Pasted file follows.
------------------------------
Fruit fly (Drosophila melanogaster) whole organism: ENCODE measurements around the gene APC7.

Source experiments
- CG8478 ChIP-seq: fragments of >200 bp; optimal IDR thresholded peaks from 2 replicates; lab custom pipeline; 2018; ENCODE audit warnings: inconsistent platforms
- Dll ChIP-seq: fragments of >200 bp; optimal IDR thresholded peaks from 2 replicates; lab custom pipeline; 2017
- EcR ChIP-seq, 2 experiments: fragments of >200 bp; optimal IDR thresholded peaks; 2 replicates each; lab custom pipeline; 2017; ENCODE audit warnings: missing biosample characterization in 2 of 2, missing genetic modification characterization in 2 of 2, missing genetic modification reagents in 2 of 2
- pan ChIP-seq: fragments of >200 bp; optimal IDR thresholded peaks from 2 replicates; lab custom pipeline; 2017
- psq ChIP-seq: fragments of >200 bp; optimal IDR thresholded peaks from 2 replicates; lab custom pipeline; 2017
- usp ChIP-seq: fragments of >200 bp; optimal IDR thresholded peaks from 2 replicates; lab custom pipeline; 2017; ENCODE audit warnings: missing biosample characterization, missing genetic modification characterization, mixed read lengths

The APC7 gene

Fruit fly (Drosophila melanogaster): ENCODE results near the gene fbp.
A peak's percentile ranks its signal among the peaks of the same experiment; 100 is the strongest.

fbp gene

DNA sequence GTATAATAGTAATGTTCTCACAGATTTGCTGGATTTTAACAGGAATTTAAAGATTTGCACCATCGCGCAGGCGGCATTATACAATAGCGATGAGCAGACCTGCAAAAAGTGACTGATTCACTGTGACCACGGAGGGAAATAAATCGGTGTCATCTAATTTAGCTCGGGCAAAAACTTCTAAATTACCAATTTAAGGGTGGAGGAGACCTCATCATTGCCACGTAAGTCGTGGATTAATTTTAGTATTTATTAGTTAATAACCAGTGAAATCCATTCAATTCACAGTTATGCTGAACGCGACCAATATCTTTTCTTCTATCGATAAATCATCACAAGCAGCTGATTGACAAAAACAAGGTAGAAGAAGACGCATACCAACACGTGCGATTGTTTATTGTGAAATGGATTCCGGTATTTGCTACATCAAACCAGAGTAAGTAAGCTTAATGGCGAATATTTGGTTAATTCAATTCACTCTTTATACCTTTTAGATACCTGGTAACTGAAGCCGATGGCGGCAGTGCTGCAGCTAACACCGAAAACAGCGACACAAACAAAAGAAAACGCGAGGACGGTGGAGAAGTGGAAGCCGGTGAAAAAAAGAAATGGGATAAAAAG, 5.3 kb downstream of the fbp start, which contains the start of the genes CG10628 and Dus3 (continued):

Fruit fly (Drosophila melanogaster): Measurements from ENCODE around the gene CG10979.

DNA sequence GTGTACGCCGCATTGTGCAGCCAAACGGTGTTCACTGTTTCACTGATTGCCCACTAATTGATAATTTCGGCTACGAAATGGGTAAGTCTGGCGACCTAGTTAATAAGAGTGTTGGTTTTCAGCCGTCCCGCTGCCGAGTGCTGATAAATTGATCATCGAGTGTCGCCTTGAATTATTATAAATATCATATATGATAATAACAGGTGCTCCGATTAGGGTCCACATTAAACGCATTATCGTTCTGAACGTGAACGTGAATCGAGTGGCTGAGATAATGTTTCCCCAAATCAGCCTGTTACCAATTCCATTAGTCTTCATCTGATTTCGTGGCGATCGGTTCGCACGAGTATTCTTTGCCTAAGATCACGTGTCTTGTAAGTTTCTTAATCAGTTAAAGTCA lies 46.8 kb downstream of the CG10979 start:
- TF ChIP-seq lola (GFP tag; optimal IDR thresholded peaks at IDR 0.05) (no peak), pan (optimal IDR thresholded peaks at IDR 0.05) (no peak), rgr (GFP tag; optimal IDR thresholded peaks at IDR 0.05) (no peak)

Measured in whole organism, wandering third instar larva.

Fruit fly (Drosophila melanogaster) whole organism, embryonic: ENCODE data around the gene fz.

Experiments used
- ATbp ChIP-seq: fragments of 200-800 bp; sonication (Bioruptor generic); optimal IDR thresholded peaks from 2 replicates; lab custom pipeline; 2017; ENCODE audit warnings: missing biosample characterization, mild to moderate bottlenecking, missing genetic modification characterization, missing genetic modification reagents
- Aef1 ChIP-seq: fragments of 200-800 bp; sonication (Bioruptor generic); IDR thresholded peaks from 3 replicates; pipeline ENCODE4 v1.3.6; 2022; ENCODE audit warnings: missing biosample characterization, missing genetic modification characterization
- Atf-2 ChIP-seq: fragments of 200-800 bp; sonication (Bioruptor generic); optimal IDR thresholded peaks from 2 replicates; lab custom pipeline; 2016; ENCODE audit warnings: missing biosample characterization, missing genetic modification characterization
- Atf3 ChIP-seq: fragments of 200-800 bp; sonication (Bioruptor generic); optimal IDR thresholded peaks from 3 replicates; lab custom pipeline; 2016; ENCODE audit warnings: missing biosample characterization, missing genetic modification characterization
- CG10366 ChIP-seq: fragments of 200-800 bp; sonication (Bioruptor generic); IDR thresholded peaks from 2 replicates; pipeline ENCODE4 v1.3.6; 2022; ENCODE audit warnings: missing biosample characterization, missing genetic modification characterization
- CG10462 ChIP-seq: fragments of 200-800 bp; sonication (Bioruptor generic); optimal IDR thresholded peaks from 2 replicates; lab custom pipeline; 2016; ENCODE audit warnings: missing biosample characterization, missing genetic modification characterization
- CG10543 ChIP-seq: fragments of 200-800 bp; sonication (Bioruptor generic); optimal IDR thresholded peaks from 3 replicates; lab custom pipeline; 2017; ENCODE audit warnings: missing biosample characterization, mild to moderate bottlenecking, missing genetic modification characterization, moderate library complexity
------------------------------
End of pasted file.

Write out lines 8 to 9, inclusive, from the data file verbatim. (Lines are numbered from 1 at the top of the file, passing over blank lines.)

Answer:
- usp ChIP-seq: fragments of >200 bp; optimal IDR thresholded peaks from 2 replicates; lab custom pipeline; 2017; ENCODE audit warnings: missing biosample characterization, missing genetic modification characterization, mixed read lengths

The APC7 gene